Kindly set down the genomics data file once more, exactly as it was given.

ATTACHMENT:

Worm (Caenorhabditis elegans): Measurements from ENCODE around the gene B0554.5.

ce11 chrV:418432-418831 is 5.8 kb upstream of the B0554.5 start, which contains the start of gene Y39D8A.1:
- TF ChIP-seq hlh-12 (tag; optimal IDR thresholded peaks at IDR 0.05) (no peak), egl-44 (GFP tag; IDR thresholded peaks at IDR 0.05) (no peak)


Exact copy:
Worm (Caenorhabditis elegans): Measurements from ENCODE around the gene B0554.5.

ce11 chrV:418432-418831 is 5.8 kb upstream of the B0554.5 start, which contains the start of gene Y39D8A.1:
- TF ChIP-seq hlh-12 (tag; optimal IDR thresholded peaks at IDR 0.05) (no peak), egl-44 (GFP tag; IDR thresholded peaks at IDR 0.05) (no peak)